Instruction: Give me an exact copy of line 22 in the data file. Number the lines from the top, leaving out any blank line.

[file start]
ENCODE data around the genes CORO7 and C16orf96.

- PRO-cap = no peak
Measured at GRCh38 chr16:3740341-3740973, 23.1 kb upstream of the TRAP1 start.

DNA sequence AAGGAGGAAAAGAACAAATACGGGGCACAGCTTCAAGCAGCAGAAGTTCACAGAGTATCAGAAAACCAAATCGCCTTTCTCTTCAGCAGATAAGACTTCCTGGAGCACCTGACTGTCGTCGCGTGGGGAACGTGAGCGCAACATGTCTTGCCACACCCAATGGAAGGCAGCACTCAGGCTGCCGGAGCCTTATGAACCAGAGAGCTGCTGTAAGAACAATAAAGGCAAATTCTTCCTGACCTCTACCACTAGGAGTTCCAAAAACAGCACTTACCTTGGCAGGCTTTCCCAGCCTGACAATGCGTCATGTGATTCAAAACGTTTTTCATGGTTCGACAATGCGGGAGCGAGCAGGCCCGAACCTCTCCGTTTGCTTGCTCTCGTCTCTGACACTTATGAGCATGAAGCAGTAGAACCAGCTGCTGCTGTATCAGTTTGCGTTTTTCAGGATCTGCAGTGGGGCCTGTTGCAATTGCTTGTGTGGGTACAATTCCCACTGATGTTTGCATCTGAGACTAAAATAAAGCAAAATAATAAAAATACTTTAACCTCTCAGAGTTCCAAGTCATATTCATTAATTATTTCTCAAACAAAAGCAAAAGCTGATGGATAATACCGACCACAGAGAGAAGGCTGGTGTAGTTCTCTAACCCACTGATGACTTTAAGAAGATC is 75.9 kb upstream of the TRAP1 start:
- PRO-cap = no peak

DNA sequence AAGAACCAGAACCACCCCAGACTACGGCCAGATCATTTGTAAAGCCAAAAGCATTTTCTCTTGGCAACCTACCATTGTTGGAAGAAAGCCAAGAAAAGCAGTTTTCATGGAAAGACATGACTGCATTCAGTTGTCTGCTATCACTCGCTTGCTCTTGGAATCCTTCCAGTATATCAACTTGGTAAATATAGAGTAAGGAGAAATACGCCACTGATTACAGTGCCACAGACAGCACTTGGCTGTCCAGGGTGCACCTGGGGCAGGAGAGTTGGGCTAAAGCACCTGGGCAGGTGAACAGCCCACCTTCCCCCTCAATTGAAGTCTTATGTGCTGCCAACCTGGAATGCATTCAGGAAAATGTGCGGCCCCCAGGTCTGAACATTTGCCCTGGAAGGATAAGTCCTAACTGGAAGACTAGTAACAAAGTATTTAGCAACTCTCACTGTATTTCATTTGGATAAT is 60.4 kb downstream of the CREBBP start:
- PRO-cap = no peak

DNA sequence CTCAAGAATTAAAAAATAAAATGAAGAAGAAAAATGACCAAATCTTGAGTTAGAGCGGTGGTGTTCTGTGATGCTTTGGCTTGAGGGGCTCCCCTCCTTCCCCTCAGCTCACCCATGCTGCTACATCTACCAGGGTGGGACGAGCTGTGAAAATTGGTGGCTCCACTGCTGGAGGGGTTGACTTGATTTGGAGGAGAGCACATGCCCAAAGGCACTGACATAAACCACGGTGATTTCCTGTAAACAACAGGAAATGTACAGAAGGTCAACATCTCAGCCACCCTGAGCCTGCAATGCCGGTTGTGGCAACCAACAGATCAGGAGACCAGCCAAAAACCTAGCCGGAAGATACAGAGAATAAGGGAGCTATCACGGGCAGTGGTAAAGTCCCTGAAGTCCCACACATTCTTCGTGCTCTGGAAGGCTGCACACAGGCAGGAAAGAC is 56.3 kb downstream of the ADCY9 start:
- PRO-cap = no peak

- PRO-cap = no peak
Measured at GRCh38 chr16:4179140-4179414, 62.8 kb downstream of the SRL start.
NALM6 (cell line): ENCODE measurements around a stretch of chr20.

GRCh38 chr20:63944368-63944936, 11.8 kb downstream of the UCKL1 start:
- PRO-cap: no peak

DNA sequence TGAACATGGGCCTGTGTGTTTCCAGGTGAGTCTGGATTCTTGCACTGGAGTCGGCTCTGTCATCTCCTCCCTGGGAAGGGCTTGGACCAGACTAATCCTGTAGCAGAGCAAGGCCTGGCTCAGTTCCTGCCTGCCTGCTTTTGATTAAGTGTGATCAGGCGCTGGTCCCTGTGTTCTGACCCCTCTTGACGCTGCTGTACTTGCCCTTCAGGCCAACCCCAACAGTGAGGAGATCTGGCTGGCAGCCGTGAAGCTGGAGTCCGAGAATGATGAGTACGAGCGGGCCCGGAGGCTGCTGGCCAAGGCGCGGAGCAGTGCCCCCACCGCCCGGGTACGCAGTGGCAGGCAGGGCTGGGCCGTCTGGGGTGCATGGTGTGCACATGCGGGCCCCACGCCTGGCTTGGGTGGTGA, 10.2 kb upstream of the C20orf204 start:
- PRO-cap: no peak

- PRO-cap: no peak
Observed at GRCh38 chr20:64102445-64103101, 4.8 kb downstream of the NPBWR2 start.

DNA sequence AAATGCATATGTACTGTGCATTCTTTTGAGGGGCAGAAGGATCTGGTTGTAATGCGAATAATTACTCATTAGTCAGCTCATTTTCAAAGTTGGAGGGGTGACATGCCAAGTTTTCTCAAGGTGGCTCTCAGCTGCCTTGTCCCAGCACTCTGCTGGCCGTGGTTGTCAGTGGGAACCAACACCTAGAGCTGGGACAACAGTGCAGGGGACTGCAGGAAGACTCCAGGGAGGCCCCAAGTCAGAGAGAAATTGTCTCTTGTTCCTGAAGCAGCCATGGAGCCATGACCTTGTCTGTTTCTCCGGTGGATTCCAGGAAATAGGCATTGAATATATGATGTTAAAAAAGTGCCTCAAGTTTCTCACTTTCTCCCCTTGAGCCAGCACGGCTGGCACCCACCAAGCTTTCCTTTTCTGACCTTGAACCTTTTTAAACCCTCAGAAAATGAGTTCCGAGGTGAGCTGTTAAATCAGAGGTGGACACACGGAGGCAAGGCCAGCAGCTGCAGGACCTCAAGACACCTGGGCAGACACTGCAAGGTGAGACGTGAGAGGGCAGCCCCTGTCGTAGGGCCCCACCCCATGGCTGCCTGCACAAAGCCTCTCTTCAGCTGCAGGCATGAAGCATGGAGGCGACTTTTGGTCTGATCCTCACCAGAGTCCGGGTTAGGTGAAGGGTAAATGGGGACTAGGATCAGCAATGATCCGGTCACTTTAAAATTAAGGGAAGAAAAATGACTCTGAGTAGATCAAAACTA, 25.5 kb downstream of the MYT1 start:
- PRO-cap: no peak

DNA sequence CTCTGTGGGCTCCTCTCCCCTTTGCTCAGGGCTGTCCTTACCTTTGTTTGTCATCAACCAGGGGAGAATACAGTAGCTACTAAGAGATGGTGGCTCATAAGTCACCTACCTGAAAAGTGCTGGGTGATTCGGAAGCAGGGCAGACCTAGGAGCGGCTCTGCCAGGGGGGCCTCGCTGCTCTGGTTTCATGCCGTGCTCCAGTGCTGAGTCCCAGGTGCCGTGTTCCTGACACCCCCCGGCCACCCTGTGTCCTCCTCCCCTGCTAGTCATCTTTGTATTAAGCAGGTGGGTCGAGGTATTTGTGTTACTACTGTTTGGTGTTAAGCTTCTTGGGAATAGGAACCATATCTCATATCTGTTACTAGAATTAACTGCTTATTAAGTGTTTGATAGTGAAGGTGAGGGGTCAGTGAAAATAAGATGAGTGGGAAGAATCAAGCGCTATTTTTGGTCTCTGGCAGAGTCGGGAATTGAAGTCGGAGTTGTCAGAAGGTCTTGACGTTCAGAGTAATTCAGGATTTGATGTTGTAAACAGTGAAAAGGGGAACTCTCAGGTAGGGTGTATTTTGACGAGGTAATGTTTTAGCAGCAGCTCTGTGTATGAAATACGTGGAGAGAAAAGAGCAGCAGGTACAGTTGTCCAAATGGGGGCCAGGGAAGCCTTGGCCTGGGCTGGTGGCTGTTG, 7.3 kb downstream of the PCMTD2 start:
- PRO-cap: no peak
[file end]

- PRO-cap: no peak